Books about family fill my bookshelves. I love my family and I love to read about other family dynamics and how they work. I happened onto this book called To Wendy’s With Love, the 22 year lunch by Diane Keyes. It sounded interesting so off I go.
The author, Diane writes an autobiography of her past. She suffered a brain hemorrhage and lost her childhood memories. She was left with painful memories and a lot of painful unanswered questions. So she began meeting with her Mother at Wendy’s Hamburgers over lunch and a bunch of frosty’s. One of the most unlikely places became the place that healing began. For the last 22 years and over endless amounts of frosty’s, Diane began the process of healing. She has recovered good and bad memories and made new ones. She has done this with over four generations of her family. As time has passed more and more of her family members join in for discussion and food. This book shows how courage, conservation, faith and prayer can bring a family closer together. If all the relationships in the world could have the chance to talk and spend time together, maybe they would become stronger.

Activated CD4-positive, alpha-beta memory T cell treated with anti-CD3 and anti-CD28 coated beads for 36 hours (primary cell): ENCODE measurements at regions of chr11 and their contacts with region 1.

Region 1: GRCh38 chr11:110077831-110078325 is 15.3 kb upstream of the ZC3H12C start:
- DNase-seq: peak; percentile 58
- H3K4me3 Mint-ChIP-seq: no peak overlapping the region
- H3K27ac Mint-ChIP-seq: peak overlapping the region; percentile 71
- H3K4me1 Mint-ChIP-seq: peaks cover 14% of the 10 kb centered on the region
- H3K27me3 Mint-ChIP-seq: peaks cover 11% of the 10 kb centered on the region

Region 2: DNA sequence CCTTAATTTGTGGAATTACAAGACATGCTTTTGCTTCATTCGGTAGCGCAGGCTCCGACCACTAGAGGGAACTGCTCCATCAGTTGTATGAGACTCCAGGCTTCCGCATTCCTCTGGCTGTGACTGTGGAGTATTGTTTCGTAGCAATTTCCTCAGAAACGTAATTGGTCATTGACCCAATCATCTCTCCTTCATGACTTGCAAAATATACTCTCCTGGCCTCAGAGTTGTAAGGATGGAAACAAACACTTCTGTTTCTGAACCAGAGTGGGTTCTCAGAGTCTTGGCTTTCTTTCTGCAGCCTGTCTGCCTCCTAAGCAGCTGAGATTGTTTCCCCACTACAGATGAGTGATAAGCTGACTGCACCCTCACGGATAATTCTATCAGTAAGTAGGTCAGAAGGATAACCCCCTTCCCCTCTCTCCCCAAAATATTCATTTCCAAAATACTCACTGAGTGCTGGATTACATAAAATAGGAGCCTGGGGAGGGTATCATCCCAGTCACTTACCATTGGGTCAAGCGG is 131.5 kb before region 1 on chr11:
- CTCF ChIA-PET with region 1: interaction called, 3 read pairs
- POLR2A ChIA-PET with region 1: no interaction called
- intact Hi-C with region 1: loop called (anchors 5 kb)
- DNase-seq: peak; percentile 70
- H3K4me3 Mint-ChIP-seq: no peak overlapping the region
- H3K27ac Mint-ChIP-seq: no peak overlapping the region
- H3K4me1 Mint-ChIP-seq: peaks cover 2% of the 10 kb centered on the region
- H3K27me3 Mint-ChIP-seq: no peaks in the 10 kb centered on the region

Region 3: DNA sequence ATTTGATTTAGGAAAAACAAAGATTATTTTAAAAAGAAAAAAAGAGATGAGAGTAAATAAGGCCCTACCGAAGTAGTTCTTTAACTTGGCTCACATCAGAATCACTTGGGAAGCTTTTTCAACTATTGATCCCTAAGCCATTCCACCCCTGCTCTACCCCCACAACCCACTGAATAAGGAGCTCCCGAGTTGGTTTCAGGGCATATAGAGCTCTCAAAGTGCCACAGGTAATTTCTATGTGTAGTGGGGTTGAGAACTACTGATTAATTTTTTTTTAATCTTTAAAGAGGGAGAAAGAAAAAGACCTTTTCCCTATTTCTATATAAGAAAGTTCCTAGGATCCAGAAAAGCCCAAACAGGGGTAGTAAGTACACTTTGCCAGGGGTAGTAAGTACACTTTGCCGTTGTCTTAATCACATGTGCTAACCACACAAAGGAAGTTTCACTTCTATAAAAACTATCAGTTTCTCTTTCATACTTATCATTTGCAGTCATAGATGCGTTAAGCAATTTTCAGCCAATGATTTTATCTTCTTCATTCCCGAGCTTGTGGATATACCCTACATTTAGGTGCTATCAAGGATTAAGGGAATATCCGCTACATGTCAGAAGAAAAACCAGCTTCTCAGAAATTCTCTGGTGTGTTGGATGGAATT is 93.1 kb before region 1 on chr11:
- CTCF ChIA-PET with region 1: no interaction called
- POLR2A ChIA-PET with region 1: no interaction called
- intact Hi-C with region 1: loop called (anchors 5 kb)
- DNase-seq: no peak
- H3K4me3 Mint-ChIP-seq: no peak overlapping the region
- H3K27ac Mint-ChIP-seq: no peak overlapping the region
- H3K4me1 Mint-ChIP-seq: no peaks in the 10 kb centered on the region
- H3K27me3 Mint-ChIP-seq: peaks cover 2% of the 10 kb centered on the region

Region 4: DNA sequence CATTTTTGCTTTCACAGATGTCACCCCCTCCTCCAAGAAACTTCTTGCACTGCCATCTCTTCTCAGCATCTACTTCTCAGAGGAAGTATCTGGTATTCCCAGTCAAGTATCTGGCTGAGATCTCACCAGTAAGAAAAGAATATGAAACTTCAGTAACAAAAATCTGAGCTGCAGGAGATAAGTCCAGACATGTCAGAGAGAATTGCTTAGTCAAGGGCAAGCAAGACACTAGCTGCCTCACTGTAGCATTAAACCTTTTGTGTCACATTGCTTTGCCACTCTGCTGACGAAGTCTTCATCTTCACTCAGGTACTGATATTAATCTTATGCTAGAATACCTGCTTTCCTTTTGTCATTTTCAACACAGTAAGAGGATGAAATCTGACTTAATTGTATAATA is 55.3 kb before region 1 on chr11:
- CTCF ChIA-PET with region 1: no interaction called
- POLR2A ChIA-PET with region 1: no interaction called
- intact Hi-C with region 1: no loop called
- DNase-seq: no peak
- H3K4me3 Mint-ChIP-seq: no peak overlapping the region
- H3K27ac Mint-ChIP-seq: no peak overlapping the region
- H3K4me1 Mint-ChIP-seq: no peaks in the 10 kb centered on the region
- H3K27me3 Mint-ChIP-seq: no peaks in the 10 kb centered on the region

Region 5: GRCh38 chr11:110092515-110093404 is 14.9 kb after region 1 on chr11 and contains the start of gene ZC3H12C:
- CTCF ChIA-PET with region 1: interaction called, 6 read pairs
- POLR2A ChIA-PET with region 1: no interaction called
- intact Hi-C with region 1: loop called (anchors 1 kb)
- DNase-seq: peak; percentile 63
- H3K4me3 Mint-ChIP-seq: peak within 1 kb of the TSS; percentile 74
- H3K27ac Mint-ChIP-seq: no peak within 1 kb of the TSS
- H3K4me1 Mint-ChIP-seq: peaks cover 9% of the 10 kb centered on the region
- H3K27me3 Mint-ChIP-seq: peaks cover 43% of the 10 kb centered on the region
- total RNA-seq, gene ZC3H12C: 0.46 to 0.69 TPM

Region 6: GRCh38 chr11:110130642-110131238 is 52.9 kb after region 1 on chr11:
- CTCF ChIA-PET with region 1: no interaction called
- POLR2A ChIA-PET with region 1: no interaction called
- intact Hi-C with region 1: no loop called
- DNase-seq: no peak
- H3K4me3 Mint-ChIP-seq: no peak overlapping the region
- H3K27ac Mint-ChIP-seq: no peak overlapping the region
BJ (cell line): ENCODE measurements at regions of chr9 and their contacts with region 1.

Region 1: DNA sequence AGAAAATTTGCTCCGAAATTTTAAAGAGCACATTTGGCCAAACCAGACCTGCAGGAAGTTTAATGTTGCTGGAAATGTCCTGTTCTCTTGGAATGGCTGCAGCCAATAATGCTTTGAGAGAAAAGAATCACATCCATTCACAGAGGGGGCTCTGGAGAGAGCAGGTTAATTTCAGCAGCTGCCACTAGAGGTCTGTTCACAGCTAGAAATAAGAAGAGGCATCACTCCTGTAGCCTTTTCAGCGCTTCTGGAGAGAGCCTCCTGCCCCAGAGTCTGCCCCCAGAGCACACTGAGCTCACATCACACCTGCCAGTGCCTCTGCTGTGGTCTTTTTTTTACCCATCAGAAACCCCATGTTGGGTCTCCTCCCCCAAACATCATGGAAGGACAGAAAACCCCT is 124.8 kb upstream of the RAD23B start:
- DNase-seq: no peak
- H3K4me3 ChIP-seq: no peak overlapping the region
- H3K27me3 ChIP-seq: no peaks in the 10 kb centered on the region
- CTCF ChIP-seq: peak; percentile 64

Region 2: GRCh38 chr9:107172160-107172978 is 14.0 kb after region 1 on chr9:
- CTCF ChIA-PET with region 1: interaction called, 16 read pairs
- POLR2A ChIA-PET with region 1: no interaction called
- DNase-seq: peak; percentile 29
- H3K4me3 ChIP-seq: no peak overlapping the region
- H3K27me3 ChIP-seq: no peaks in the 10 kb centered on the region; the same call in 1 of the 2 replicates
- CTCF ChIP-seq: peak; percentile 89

“We are treated to loving portraits of family members and friends. Diane Keyes insightfully traces the secret histories of some of them, including her own haunted flight from childhood trauma, and the way The 22-Year Lunch created openings for healing conversations. She uses painful family history to illustrate how we can torture ourselves and our loved ones with the best of intentions, and how she found a way out of that pattern, one lunch at a time. She speaks of moving from a sense of obligation to show up at lunch, to gratitude for it, to considering it a great gift, and finally calling it sacred. I was reminded of a favorite family I grew up loving dearly—two sisters about my age and their parents—and how, to this day, every time I am with them, the phrase “the Feast of the Lamb” floats through my head. Here is a whole book celebrating a blessedly literal feast that these lucky people have given themselves, turning the special occasion on its head, reclaiming family and community in a way that has slipped away from most of us in the rush and isolation of modern life. It’s a very timely book.”
Ronald Reagan said All great change begins at the dinner table.
Maybe Mr. Reagan was on to something.
Find the book here Amazon